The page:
Using Hibernate JPA in Spring

JPA (Java Persistence API) provides a good ORM (Objet Relational Mapper) solution. It has a large success because it’sa standard and it’s implemented by different vendor.

Hibernate Implements JPA specification. Using this implementation has the benefit of avoiding hbm.xml mapping files and to use annotations metatdata to specify the mapping between objects and relational database tables.

This article will show by a project example how to persist data with Hibernate JPA implementation and Spring Framework.

   
Photo Credit : tanakawho

The picture bellow presents the project structure and the different files created. If you are using maven you need to add dependency as shown in the picture, otherwise you have to download jars from Springsource and Hibernate web sites and to manage dependencies.

   

1 – Hibernate JPA configuration
The JPA interface needs a configuration file named persistence.xml in the application’s META-INF directory. The sourcecode bellow present the persistence.xml file used in this project.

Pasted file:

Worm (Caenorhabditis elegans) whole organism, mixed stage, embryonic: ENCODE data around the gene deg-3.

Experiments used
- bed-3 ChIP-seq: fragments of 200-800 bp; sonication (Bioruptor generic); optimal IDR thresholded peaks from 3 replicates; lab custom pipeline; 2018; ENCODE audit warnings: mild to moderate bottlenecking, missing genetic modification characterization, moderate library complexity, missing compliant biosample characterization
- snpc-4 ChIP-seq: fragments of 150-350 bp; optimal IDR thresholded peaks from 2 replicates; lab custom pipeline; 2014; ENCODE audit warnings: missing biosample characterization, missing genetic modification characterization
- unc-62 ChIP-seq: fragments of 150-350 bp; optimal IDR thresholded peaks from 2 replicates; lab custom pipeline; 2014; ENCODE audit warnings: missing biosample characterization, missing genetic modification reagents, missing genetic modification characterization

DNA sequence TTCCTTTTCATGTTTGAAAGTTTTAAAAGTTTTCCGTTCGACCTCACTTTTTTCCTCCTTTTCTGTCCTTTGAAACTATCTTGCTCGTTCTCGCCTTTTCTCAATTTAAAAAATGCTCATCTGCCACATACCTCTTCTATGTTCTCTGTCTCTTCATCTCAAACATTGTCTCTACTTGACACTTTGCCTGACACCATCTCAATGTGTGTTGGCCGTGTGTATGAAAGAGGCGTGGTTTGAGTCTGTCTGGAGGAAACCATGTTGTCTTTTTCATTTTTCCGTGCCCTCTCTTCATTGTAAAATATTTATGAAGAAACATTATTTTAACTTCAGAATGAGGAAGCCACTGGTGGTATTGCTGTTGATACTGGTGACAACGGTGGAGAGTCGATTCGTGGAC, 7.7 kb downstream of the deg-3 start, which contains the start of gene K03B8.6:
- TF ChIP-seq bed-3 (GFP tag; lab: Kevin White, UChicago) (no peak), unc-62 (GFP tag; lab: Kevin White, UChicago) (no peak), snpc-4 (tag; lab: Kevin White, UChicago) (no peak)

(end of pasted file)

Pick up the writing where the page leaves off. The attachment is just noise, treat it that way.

<?xml version="1.0" encoding="UTF-8"?>
<persistence version="1.0" xmlns="http://java.sun.com/xml/ns/persistence" 
xmlns:xsi="http://www.w3.org/2001/XMLSchema-instance" 
xsi:schemaLocation="http://java.sun.com/xml/ns/persistence 
http://java.sun.com/xml/ns/persistence/persistence_1_0.xsd">
    <persistence-unit name="acme" transaction-type="RESOURCE_LOCAL">
        <provider>org.hibernate.ejb.HibernatePersistence</provider>
        <class>com.mycompany.entity.CustomerOrder</class>
        <class>com.mycompany.entity.Customer</class>
        <properties>
            <property name="hibernate.hbm2ddl.auto" value="create-drop"/>
        </properties>
    </persistence-unit>
</persistence>

JPA persist a simple POJO Classe with some metatdata wich are specified in annotations. For more information about JPA annottion, see Chapter 8 “Metadata Annotations” of the JPA Specification . Here is an example data class:

import java.io.Serializable;
import java.util.List;
import javax.persistence.*;
import org.hibernate.annotations.GenericGenerator;

@Entity
@Table(name = "Customer")
public class Customer implements Serializable {

    public Customer() {super();}

public Customer(Integer taxId, String name, String adresse, String city, 
String state, String zip, String phone, List<CustomerOrder> CustomerOrders) {
        this.taxId = taxId;
        this.name = name;
        this.adresse = adresse;
        this.city = city;
        this.state = state;
        this.zip = zip;
        this.phone = phone;
        this.CustomerOrders = CustomerOrders;
    }

    @Id